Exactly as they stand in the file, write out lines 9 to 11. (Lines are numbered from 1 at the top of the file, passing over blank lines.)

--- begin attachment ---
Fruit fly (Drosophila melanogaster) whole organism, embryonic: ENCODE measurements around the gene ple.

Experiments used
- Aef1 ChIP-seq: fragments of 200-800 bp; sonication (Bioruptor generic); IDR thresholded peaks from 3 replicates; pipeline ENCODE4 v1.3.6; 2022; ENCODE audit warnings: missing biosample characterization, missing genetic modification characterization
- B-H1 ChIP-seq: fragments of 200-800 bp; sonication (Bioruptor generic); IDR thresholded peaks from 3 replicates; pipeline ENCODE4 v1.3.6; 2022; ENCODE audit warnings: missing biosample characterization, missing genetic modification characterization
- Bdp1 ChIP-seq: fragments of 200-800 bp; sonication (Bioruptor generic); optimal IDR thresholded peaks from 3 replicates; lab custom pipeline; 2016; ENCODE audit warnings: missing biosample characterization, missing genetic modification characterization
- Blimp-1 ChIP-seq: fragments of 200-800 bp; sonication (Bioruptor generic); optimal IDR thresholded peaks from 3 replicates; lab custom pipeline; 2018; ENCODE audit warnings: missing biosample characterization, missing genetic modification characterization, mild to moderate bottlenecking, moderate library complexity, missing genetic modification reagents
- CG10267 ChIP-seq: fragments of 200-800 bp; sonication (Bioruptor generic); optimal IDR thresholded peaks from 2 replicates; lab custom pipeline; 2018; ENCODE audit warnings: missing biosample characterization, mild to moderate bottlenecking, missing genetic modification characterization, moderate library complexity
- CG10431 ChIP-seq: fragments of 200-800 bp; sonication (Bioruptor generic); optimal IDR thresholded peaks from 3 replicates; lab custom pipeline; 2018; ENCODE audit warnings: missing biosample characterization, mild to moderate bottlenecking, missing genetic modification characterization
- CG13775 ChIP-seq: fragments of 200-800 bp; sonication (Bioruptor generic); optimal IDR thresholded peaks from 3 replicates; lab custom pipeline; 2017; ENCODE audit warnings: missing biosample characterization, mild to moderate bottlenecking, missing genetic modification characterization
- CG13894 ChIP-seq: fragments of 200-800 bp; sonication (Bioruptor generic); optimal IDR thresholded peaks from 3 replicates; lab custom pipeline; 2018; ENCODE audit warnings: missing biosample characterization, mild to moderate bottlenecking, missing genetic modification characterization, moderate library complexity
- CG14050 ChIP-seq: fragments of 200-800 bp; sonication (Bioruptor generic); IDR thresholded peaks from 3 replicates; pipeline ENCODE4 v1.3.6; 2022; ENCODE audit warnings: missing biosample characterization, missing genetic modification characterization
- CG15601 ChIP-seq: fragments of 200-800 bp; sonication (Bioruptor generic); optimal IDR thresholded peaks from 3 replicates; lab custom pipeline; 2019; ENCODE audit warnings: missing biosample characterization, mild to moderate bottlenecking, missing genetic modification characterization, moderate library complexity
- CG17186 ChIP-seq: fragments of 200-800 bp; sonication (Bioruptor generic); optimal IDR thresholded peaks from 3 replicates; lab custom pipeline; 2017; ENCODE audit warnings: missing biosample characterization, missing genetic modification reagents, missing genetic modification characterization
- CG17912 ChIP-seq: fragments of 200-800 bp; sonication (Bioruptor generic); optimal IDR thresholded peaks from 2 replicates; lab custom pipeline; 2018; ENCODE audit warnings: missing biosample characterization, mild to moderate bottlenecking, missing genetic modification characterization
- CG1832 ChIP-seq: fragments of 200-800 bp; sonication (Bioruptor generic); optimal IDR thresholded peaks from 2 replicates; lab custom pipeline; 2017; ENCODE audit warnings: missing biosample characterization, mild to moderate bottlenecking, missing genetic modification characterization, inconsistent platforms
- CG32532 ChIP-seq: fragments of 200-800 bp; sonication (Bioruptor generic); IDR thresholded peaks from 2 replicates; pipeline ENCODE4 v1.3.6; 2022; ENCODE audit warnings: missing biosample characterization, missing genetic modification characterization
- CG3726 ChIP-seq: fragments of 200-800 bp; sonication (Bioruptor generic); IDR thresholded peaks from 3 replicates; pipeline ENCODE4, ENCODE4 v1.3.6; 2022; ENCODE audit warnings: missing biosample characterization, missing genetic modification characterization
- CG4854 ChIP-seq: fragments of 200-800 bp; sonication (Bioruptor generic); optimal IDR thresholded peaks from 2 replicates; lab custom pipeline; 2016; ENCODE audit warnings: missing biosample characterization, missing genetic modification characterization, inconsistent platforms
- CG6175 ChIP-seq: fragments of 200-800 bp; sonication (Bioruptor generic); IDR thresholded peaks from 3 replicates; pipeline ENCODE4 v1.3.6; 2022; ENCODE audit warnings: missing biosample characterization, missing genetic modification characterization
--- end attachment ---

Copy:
- CG13775 ChIP-seq: fragments of 200-800 bp; sonication (Bioruptor generic); optimal IDR thresholded peaks from 3 replicates; lab custom pipeline; 2017; ENCODE audit warnings: missing biosample characterization, mild to moderate bottlenecking, missing genetic modification characterization
- CG13894 ChIP-seq: fragments of 200-800 bp; sonication (Bioruptor generic); optimal IDR thresholded peaks from 3 replicates; lab custom pipeline; 2018; ENCODE audit warnings: missing biosample characterization, mild to moderate bottlenecking, missing genetic modification characterization, moderate library complexity
- CG14050 ChIP-seq: fragments of 200-800 bp; sonication (Bioruptor generic); IDR thresholded peaks from 3 replicates; pipeline ENCODE4 v1.3.6; 2022; ENCODE audit warnings: missing biosample characterization, missing genetic modification characterization